It was generally inhaled or "snuffed" through the nose, usually directly from the fingers.
By the 18th century, snuff had become the tobacco product of choice among the upper classes, both male and female. The taking of snuff helped to distinguish the elite members of society from the common populace, which generally smoked its tobacco.)

PHILIPPE MERCIER (also known as Philip Mercier; 1689 in Berlin – 18 July 1760 in London) was a French painter and etcher, who lived principally and was active in England. He was born in Berlin of French extraction, the son of a Huguenot tapestry-worker. He studied painting at the Akademie der Wissenschaften of Berlin and later under Antoine Pesne, who had arrived in Berlin in 1710. Later, he travelled in Italy and France before arriving in London—"recommended by the Court at Hannover"—probably in 1716. He married in London in 1719 and lived in Leicester Fields.
He was appointed Principal Painter and librarian to the Prince and Princess of Wales at their independent establishment in Leicester Fields, and while he was in favour he painted various portraits of the royals, and no doubt many of the nobility and gentry. Of the royal portraits, those of the Prince of Wales and of his three sisters, painted in 1728, were all engraved in mezzotint by Jean Pierre Simon, and that of the three elder children of the Prince of Wales by John Faber Junior in 1744.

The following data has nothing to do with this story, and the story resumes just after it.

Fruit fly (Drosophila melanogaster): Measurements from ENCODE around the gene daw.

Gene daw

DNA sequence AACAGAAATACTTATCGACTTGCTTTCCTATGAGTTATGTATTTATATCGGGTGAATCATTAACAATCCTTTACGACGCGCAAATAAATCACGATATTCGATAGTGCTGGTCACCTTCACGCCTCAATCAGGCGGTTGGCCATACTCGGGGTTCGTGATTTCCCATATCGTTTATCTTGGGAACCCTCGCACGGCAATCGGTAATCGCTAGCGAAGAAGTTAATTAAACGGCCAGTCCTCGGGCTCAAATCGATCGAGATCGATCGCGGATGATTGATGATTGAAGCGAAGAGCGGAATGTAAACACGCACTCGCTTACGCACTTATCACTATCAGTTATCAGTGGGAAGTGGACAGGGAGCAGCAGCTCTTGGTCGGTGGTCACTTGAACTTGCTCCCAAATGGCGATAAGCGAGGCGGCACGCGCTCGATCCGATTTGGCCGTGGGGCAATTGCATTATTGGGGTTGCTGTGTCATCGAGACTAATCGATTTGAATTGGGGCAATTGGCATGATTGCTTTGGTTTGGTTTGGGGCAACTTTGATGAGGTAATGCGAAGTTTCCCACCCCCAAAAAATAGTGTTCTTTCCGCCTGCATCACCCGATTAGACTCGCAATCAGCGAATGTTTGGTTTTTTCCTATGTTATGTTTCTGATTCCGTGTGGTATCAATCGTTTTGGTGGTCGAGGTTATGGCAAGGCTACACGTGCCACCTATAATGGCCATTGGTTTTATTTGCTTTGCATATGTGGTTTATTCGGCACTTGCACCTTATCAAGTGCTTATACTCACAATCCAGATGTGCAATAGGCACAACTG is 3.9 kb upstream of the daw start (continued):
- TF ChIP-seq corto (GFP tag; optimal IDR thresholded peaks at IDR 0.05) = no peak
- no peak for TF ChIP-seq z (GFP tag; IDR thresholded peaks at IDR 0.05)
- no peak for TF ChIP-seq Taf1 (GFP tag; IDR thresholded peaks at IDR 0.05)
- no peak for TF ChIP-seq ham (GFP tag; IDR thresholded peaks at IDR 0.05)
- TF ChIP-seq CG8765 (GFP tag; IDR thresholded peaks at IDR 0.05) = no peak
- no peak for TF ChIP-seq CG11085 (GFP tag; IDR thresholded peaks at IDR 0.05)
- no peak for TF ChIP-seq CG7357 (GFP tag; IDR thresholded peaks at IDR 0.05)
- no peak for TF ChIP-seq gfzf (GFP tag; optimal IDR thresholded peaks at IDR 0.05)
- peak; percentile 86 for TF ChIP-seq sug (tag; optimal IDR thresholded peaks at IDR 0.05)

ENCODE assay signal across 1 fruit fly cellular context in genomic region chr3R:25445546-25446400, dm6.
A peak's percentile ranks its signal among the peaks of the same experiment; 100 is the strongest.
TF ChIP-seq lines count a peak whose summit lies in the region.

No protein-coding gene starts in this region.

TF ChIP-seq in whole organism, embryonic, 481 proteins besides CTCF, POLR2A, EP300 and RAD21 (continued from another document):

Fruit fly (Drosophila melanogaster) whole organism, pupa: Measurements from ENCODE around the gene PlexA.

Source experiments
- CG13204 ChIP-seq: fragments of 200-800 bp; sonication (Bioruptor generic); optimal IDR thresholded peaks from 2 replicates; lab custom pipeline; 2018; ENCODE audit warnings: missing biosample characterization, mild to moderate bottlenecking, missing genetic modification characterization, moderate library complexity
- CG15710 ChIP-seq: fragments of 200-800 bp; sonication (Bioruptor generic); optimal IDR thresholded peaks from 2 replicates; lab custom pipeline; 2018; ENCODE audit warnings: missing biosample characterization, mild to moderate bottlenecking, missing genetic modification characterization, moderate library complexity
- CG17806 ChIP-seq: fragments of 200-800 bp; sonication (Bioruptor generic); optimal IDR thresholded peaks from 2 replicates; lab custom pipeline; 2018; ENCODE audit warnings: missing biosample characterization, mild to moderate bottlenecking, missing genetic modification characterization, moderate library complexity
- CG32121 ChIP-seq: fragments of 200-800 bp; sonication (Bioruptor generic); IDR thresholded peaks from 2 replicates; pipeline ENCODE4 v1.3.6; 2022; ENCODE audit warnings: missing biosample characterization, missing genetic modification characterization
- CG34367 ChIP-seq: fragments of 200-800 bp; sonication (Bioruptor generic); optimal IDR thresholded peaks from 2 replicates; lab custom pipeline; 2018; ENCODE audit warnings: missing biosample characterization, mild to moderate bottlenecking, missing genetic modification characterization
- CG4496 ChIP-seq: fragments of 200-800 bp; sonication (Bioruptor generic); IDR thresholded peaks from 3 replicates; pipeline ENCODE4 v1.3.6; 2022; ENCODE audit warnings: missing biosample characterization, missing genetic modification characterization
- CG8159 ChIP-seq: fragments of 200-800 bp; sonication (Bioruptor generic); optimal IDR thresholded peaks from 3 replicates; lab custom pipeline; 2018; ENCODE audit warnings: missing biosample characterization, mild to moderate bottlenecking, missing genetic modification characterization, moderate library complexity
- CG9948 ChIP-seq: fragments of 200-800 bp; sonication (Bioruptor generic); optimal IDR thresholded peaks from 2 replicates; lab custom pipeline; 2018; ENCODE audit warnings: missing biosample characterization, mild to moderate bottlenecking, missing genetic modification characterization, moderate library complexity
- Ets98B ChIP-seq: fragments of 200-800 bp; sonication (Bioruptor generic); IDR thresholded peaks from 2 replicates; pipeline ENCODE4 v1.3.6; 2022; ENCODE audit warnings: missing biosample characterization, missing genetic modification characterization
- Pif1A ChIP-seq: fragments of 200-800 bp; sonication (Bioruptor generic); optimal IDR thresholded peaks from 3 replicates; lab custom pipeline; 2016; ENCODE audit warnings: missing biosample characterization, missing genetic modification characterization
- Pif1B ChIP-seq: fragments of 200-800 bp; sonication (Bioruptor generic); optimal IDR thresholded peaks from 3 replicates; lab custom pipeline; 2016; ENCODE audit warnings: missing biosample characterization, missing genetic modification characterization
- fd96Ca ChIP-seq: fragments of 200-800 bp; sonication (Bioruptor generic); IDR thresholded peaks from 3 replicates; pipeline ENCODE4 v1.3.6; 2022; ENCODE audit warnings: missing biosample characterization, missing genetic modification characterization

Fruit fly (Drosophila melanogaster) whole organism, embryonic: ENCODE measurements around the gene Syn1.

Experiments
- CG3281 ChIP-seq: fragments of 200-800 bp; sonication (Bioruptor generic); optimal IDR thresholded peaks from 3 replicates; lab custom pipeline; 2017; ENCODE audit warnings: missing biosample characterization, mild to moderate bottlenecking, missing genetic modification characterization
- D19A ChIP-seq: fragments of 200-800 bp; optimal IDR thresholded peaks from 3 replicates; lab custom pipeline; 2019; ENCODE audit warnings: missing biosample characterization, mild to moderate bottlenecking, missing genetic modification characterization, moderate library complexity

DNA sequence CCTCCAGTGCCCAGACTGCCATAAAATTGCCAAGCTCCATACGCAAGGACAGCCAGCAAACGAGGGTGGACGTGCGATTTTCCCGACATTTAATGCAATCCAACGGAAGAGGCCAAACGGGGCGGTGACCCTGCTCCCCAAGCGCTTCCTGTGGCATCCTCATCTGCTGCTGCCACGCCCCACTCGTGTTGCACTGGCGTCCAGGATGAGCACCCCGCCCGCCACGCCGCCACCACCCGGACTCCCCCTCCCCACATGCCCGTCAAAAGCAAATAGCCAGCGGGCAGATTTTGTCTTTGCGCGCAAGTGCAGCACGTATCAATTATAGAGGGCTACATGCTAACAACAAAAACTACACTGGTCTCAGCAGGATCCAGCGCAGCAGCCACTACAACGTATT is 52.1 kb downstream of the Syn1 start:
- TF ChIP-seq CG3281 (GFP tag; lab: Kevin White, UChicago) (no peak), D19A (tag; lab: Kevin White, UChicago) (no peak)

Mercier became involved in a scandal of sorts and he lost favour. He left London around 1740 and settled in York, where he practiced portrait painting for over ten years, before returning to London in 1751. In 1752, Mercier went to Portugal at the request of several English merchants. He did not long remain there, however, but came back to London, where he died in 1760.

SIZE: 45 x 51.5 inches inc. frame.
*Edward Abadam, Middleton Hall, Carmarthenshire, thence by descent.
*Sold Christie's 1980.
*American Private Collection.
*With Roy Precious Fine Art.
* Collection of a Fellow of a Cambridge College.

Verso: old inventory number; old Christie's stencil; old handwritten label "Colonel Samuel & Mrs. Adams. P. Mercier. To Christie's York from Vaughn, 102 Westbourne Ave. Hull"

Portrait of a Lady c.1665; Attributed to ...